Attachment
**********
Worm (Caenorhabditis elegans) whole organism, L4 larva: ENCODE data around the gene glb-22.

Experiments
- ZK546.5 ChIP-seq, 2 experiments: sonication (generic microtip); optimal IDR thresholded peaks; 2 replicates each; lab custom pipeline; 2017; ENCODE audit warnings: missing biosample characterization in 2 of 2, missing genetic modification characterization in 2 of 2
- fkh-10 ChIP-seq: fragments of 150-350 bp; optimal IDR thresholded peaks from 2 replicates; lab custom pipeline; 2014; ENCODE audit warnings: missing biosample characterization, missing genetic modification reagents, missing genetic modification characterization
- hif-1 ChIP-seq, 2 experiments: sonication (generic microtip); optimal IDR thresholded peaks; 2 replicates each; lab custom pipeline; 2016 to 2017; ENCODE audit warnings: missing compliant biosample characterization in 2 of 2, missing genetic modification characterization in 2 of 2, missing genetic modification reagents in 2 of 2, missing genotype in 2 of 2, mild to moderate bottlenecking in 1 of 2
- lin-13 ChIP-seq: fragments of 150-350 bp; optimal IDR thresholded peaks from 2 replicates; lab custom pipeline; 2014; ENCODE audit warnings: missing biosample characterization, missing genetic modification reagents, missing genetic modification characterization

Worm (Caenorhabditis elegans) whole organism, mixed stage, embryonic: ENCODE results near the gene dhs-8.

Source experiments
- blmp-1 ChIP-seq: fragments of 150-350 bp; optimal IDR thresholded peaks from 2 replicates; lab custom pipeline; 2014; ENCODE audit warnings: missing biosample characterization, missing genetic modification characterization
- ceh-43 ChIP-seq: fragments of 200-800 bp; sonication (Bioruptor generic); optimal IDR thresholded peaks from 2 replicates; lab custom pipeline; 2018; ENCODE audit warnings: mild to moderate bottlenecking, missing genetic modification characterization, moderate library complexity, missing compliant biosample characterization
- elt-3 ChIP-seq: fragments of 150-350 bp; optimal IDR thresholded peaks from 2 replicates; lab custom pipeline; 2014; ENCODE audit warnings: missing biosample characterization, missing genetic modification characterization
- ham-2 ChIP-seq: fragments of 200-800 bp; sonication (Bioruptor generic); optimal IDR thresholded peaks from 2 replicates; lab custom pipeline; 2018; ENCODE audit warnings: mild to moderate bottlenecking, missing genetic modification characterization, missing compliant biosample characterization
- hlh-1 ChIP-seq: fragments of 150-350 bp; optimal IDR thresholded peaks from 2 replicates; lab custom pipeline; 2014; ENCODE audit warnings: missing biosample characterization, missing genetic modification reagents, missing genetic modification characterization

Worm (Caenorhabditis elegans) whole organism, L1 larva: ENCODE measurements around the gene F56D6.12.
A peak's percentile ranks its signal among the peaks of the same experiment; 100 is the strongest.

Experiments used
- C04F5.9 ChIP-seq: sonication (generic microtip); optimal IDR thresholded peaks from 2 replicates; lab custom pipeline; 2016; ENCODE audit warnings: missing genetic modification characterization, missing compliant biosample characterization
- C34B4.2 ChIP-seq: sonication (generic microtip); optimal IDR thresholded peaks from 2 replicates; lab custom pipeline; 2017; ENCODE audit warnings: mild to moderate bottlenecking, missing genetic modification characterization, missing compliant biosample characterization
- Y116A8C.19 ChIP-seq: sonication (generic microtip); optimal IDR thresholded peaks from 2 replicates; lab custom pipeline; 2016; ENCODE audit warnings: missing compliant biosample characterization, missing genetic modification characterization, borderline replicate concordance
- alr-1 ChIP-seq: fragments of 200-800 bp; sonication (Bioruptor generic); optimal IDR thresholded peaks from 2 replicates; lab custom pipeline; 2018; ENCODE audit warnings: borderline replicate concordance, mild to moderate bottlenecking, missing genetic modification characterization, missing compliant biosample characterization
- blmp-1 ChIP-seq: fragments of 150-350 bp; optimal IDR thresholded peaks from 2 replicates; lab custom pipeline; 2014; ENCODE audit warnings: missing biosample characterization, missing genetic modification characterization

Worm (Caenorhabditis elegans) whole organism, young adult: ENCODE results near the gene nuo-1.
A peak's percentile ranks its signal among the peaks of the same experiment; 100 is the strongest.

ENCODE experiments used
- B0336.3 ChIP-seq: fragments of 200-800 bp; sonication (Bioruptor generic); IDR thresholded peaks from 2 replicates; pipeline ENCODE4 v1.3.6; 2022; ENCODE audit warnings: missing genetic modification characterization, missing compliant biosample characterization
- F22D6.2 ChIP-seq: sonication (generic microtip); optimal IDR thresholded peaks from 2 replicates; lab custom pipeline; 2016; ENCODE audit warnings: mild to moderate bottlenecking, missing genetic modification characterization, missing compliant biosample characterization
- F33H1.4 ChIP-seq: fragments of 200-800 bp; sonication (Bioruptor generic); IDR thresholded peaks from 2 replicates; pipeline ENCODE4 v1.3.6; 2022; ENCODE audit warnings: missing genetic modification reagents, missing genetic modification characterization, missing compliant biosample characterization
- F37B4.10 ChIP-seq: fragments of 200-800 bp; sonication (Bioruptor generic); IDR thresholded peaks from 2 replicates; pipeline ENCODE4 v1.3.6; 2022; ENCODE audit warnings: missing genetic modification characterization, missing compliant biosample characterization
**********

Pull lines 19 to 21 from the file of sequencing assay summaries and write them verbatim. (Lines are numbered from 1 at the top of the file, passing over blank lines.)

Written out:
- Y116A8C.19 ChIP-seq: sonication (generic microtip); optimal IDR thresholded peaks from 2 replicates; lab custom pipeline; 2016; ENCODE audit warnings: missing compliant biosample characterization, missing genetic modification characterization, borderline replicate concordance
- alr-1 ChIP-seq: fragments of 200-800 bp; sonication (Bioruptor generic); optimal IDR thresholded peaks from 2 replicates; lab custom pipeline; 2018; ENCODE audit warnings: borderline replicate concordance, mild to moderate bottlenecking, missing genetic modification characterization, missing compliant biosample characterization
- blmp-1 ChIP-seq: fragments of 150-350 bp; optimal IDR thresholded peaks from 2 replicates; lab custom pipeline; 2014; ENCODE audit warnings: missing biosample characterization, missing genetic modification characterization